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If you have fallen in love with corgis, then you have probably stumbled across a fluffy corgi at some point.
Yes, I said a FLUFFY corgi.
What is a Fluffy Corgi?
A “fluffy” is the name of a corgi, Cardigan or Pembroke, with a longhaired coat.
The specific gene that causes a fluffy coat in corgis is referred to as the “fluff-gene” and it is the result of a recessive genetic coat mutation.
Fluffy corgis are not known to suffer from any unique health effects due to this genetic mutation. They simply have longer hair.
Matter of fact, aside from a difference in coat length, fluffy corgis and standard corgis are essentially the exact same dog and they can even be born in the same litter.
Fluffies do tend to have more demanding grooming requirements than standard corgis and future corgi owners should take that into consideration when deciding whether or not a fluffy corgi is right for them
Unfortunately, fluffy coats are considered to be a fault in a corgi’s conformation and therefore they are not bred intentionally.
Because they are not intentionally bred, they can be incredibly hard to come by. (I’ll get into this more later)
Despite their sparse numbers, fluffy corgis have grown increasingly and undeniably popular over the last few years.
For most pet owners, owning a standard corgi or a fluffy corgi is a stylistic preference. Some people like them and some people don’t.
When you are deciding what kind of coat you would like your corgi to have, it is important to understand all aspects of fluffy corgis. Here is what you need to know:
The Science Behind Fluffy Corgis
As I stated earlier, fluffy corgis are generally not bred intentionally. They are the result of a hidden (recessive) coat mutation that is unknowingly passed on to offspring.
The fluffy coat type only appears in offspring when both parents carry the recessive fluff-gene and pass that gene on.
A puppy will need to receive both of its parent’s “fluff genes” in order to be fluffy. If they only receive one of the two, then they will carry the fluffy gene but never develop a fluffy coat.
Unless a dog’s coat genes are specifically tested, it is difficult to know whether or not they carry the fluff gene.
Where Can I Buy A Fluffy Corgi?
I would like to preface this section by stating that a fluff-coat on a Corgi does not pose any serious health problems to the dog. It can however pose significant inconvince for owners as the upkeep is substantially more demanding than standard-coated dogs.
Fluffs are not breed standard, and for good reason.
Long-coated corgis commonly have problems with matting, clumping, holding moisture and dirt, etc.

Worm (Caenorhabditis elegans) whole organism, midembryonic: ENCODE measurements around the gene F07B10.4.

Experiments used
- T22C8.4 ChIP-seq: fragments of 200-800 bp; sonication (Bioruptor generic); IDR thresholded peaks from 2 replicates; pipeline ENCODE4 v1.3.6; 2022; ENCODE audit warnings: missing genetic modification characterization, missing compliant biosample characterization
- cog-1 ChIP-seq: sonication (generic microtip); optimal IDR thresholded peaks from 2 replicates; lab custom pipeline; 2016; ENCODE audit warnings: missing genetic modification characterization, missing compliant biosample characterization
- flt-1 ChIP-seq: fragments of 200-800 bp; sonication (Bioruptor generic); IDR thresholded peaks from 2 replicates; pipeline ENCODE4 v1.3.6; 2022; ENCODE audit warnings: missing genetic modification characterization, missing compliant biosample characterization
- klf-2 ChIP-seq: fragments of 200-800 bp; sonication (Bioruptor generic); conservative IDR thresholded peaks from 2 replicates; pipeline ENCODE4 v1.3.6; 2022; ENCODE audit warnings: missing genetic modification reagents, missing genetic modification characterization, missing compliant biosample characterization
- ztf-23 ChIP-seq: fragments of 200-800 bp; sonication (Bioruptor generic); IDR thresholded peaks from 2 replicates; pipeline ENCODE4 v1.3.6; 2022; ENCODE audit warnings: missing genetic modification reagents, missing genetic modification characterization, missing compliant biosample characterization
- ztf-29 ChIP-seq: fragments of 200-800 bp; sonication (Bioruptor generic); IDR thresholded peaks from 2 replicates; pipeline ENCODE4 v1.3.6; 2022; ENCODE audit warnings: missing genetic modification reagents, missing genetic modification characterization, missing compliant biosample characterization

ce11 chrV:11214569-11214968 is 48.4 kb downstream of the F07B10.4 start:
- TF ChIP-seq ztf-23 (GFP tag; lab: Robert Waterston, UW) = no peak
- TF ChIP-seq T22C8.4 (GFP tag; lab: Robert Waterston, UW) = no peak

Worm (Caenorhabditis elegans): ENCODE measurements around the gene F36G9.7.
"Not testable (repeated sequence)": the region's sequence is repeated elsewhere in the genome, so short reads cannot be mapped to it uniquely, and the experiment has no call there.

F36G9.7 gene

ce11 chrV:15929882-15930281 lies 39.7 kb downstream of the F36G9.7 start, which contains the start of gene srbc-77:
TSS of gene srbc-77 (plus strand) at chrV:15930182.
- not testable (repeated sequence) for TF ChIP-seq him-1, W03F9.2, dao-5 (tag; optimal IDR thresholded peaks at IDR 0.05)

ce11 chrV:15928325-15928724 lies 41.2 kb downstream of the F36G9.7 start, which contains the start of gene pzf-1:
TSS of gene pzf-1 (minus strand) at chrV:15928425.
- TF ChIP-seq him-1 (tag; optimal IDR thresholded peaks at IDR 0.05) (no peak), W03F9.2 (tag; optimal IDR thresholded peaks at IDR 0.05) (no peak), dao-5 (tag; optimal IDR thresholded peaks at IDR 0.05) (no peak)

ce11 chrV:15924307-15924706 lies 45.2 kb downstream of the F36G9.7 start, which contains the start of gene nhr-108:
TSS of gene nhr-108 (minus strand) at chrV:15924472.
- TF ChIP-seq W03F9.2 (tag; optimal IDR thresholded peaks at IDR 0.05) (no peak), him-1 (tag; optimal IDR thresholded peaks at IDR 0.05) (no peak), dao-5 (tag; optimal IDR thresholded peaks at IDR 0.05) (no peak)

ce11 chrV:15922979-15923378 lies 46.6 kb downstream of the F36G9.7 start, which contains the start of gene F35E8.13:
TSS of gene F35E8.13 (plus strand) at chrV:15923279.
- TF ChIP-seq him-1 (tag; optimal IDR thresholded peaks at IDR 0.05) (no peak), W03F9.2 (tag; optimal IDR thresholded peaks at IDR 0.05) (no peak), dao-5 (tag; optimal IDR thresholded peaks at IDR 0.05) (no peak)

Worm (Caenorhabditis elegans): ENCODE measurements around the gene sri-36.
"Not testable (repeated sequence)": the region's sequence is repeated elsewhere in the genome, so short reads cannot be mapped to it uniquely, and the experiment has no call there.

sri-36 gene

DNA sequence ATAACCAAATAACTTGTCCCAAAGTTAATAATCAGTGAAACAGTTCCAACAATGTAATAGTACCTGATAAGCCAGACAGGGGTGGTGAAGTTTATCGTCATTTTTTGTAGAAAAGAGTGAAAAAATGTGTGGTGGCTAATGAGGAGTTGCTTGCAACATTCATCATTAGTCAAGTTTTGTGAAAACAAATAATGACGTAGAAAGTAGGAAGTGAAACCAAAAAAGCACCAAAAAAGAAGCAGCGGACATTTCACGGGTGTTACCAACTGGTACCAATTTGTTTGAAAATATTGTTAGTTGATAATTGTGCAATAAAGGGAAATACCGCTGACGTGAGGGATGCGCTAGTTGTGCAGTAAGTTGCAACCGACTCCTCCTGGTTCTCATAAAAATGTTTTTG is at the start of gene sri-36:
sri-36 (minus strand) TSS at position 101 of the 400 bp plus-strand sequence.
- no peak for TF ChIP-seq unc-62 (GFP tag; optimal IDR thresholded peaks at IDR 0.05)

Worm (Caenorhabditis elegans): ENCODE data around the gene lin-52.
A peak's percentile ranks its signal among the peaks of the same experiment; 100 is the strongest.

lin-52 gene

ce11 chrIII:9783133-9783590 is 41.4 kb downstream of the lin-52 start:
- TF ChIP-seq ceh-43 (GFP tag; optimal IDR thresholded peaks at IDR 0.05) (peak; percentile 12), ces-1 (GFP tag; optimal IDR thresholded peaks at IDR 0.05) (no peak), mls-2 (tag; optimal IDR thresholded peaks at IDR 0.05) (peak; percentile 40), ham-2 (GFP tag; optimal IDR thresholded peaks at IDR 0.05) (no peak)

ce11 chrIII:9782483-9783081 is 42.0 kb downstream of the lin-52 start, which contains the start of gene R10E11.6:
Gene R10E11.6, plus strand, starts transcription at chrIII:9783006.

In a working environment, such as a farm, long-coated corgis would struggle to keep their coats free of debris.
Because of this, it is widely accepted among corgi breeders that fluffs are not to be bred intentionally.
Many breeders like showing fluff carriers because their coats have more volume and look better (but still aren’t considered fluffy)
Because fluff carriers are used by breeders, long-coated fluffy corgis will pop up in their litters every now and again.
Reputable breeders should not advertise fluffy corgis as a “rarity” or “specialty”, or charge more for fluffy corgis than standard corgis.
Fluffy corgis should always be placed in pet homes with spay/neuter contracts.
Is My Corgi A Fluffy Corgi?
When puppies are born, it can be difficult to distinguish between fluffy and standard coated puppies.
Some breeders can see it right away, while it might be challenging for others.
Notable coat differences will usually appear 2-3 weeks after they are born.
At 8 weeks old, it is typically very clear whether or not a puppy is fluffy coated, especially when they stand next to their standard coated littermates.
Keep in mind, not all fluffies are created equal.
There are different degrees of “fluffiness” in a Pembroke’s coat. Some fluffies may appear more or less fluffy than others.
The only surefire way to determine if your corgi is a truly fluffy is by purchasing a genetic test kit such as Embark.
Genetic testing will be able to determine whether or not your corgi carries both recessive genes.
At the end of the day, whether your corgi is fluffy coated or not, they are fantastic dogs to own.
If you are willing to put up the extra hair and grooming requirements, they can be an excellent addition to your family.